PowerShell Not your Father’s Command Line Part 10 of 31: PowerShell Protecting You From Yourself


In yesterday’s post on profiles you saw how PowerShell prevented the profile script from loading and how to get around the message.  The security message you saw was from the PowerShell script execution policy setting and shows how PowerShell is designed to protect you.  The execution policy determines what kinds of scripts can run on your  system.  By default the PowerShell execution policy is set to Restricted, this prevents any scripts from running on your system.  This is what caused the message we saw yesterday.  There are 4 settings for the execution policy:

  • Restricted: This is the default setting and will prevent any scripts from running in your PowerShell session
  • AllSigned: This setting will require all of your scripts to have a digital signature before they can run in your PowerShell sessions.  To learn more about the signing process run this command: Get-Help about_signing
  • RemoteSigned: This setting will allow local scripts to run whether they are signed or not.  Scripts you download from the Internet or receive via email will not run unless they are digitally signed.
  • Unrestricted:  I do not recommend this setting and you should avoid using this setting.  As the name implies any script will run in your PowerShell sessions.  However, for scripts downloaded or received via email you will receive a warning prompt before the script runs.

To see your current execution policy setting you can run the following cmdlet:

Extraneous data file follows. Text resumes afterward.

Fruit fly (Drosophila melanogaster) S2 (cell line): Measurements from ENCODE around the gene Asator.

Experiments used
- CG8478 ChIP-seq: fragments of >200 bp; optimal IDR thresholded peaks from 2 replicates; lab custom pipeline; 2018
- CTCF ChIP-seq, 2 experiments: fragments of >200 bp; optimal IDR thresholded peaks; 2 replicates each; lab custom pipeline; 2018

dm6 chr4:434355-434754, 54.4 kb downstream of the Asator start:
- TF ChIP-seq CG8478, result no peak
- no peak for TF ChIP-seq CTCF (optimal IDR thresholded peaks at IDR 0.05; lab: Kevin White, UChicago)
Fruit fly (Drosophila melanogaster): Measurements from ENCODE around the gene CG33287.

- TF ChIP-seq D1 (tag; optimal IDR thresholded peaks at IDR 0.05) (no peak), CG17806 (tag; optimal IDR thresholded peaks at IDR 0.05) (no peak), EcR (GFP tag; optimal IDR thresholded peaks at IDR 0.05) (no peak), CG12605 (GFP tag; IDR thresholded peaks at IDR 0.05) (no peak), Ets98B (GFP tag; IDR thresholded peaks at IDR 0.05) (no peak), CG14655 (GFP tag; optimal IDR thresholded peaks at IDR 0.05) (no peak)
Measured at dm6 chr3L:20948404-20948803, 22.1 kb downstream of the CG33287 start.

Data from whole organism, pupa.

To change the policy setting as we did yesterday you will use the Set-ExecutionPolicy cmdlet with one of the four settings to meet your security needs.  To change the policy setting you need to be in and administrative PowerShell session.  For example, if you wanted to change the policy setting to AllSigned you would run the following command:

Set-ExecutionPolicy AllSigned

In the book, I talk about some other ways to work with the execution policy and how to handle scripts you may have received from email or the Internet.  There are some nice hidden gems to work with the scripts and work with your execution policy.

Again thanks for reading and if you missed any of the previous posts you can find a master list of series postings located here: PowerShell Not Your Father's Command Line: 31 Days of PowerShell or on Sarah’s blog here: PowerShell Not Your Father's Command Line: 31 Days of PowerShell. Lastly Sarah and I want to hear from you email either of us with your comments or suggestions for future postings let us know, we look forward to hearing from you. Have a great day!

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